Breaking into FinTech with Emory Goizueta: RECAP
What comes to mind when you think of Atlanta, Georgia? History, culture, maybe even Falcons football. Did you know that beyond these city staples, it’s quickly evolving into a growing fintech hub? Roughly 70% of all US debit, credit, and prepaid card transactions are processed in Atlanta, giving Hotlanta another nickname – Transaction Alley. Already a leader in payments ($8B), Atlanta is attracting fintech firms across the ecosystem, and Emory University’s Goizueta Business School is right there, making it a great place to consider if you’re looking to leverage your MBA.
This fall, MBAchic is proud to partner with Emory for a talk on breaking into fintech. Catch the whole talk here if you missed it. Recap below!
The conversation focused on the career journeys and advice from three fintech professionals who leveraged their MBA education to build the skills and relationships that helped them break into the field. Kelly Pettersen, who graduated from Esade in Spain and is in Institutional Sales, Trading & Prime for EMEA at Coinbase, Mari Kikaleishvili, a recent MBA graduate of Emory’s Goizueta Business School and Product Manager at Fiserv, and Avi Sinha, a recent Goizueta MBA graduate and Client Consulting Manager at Visa all shared their candid perspectives.
“This is an impressive panel of speakers that we have the opportunity to speak with,” says Jeneta Hot, founder of MBAchic. “We welcome our community of professionals, whether or not the MBA is on your radar.”
Below, MBAchic is highlighting some of the key conversation takeaways so our community can learn about how the innovative fintech field is becoming more accessible, creating financial parity for start ups, and acting as a launching pad for countless careers.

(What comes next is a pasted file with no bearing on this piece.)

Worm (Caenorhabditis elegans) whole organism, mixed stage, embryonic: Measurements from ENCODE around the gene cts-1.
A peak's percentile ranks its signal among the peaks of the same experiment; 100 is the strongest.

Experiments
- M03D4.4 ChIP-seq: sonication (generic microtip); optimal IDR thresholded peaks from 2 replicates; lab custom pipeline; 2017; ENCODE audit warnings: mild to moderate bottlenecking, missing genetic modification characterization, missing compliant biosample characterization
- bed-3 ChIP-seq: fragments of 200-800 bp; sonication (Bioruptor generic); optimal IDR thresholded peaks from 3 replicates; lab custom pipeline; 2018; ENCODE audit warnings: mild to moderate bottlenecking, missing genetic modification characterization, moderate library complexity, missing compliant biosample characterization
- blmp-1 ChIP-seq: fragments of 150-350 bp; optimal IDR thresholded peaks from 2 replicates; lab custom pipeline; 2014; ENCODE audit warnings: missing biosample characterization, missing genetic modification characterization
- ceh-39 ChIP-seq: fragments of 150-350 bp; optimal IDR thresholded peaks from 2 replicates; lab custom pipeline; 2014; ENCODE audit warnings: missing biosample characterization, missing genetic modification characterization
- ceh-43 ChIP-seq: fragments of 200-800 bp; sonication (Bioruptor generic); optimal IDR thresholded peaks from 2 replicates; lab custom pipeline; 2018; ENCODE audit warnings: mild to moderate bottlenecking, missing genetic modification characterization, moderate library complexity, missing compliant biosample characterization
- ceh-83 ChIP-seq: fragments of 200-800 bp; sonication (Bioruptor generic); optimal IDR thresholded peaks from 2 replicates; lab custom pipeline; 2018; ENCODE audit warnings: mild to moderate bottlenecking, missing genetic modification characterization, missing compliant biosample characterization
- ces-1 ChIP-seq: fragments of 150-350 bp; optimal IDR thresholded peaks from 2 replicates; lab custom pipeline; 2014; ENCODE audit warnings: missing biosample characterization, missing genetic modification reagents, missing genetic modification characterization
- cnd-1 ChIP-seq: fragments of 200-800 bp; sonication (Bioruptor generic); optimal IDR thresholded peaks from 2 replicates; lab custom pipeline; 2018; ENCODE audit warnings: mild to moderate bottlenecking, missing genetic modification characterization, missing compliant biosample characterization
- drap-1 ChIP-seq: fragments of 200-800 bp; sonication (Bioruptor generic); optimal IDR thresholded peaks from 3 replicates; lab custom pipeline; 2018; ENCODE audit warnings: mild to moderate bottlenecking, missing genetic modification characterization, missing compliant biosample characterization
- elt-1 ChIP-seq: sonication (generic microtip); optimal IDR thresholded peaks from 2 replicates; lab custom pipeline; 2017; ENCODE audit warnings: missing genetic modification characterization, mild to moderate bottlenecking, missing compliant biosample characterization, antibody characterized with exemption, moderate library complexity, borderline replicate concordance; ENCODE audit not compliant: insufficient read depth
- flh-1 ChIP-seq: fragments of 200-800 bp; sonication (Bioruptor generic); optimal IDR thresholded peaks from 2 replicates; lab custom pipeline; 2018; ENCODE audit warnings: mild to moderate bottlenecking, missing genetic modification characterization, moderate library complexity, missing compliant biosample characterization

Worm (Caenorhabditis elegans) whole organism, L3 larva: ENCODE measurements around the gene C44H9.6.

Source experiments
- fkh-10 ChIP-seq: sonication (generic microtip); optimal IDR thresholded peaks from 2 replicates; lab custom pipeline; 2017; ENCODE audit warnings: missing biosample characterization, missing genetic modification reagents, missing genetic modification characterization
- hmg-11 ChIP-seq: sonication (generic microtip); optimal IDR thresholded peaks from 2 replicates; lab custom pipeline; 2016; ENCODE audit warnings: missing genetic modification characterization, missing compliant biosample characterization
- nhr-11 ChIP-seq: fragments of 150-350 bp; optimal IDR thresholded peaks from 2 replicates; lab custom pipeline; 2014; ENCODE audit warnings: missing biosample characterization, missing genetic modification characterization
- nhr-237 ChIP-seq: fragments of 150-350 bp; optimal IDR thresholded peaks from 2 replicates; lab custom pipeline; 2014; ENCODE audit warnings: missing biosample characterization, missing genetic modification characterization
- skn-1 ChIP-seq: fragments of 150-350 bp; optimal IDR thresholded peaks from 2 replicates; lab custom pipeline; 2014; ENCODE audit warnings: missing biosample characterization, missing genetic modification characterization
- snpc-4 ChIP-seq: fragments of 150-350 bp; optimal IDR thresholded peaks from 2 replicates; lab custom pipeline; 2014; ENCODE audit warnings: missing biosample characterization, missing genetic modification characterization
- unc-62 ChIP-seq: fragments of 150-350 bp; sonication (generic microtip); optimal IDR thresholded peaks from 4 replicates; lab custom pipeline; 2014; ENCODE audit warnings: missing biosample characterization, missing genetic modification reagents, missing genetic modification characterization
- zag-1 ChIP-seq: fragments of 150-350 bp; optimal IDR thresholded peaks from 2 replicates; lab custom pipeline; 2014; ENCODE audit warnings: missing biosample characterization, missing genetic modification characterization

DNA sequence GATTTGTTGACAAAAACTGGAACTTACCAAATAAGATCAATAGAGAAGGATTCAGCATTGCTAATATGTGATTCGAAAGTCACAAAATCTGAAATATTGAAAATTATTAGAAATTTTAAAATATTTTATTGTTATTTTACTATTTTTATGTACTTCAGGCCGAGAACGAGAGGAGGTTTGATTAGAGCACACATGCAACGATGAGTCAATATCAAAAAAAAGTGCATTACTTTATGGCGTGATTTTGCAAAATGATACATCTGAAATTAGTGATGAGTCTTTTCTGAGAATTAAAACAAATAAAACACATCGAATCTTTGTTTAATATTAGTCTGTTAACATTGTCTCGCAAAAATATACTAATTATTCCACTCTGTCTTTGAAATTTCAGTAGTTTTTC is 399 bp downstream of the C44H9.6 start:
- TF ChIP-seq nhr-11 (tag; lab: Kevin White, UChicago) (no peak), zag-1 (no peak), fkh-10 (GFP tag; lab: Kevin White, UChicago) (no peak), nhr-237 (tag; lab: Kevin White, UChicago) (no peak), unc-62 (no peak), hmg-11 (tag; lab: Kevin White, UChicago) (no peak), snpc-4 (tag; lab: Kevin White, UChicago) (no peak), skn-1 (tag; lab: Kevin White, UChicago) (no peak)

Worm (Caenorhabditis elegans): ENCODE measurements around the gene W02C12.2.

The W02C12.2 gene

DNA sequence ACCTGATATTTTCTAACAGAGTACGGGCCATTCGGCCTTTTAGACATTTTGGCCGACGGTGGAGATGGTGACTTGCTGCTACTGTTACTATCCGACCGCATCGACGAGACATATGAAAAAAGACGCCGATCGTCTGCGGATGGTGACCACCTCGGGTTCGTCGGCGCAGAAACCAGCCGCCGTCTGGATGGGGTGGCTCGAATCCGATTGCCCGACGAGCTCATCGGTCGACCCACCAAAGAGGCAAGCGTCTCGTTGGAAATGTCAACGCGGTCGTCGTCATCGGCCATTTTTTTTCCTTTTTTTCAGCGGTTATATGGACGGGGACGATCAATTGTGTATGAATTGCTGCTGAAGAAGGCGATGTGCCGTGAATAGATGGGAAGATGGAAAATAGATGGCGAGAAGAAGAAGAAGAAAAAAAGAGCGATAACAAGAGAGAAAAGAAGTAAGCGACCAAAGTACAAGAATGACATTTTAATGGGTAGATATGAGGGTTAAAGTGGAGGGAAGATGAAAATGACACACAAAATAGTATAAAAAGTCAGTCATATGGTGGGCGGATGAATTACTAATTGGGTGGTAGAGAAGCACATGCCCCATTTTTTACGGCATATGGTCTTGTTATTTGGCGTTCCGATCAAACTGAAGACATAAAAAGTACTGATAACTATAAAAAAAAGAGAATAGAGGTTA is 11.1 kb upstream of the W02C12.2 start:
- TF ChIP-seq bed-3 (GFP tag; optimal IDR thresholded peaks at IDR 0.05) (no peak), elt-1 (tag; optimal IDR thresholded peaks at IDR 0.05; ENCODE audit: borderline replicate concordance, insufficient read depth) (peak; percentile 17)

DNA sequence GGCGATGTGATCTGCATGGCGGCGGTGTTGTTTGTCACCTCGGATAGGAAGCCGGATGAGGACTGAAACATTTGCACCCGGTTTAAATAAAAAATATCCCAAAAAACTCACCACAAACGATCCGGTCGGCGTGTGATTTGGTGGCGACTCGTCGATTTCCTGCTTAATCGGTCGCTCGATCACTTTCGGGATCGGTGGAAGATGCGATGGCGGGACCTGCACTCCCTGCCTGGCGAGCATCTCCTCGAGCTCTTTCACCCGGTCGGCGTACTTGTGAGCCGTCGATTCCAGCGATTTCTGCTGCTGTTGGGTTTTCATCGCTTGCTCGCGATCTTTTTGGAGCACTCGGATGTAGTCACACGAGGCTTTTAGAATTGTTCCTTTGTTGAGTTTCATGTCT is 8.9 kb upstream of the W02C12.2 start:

Resources to stay current on fintech news and trends:
- a16z podcast
- Stanford Entrepreneurial Thought Leaders podcast
The valuable role an MBA plays in a fintech career:
“Your MBA journey is very personal to you. There’s several things you can get out of it,” says Sinha. “And all of that depends on you.”
“I learned a lot from my professor and my classes, but I learned so much from my peers…you’re equipped with this mindset of solving problems. You’re equipped with thinking about situations differently so you don’t get stuck, that’s the first thing. The second is you build this amazing network. I know people from all different kinds of backgrounds, and I don’t even look at them as my network or just as my colleagues, but I think most of them are my friends.”
What fintech pros say the most challenging thing about the industry is:
“I tend to work with several larger corporations, there’s a lot of internal red tape,” says Sinha. “Everything is so siloed and you have to have the same conversation with 10 different people, and even then, at the end of the day, you [sometimes] feel like, I did not make any progress today, so, that can be very challenging.”
“But the trick is to have the right approach and know your audience and keep at it..approach a meeting or your fee level clients with the right accurate and insightful data set…you stay calm and you stay respectful, but you keep pushing your agenda and you’re always working on a timeline. It’s not like they don’t want their problem solved, it’s just that they’re not as fast paced or as integrated as some of the startups or the fintechs or the younger companies.”
“I’m working with some of the largest banks in the world to be able to think about how to bring crypto into their product offering, and I think that’s super cool,” says Pettersen.
“I think we’re seeing a big shift in the way that banks are starting to think about what digital assets mean.”
What fintech pros say is the most surprising aspect of their industry:
“If you work with fintech [companies], none of that [red tape] exists,” says Sinha.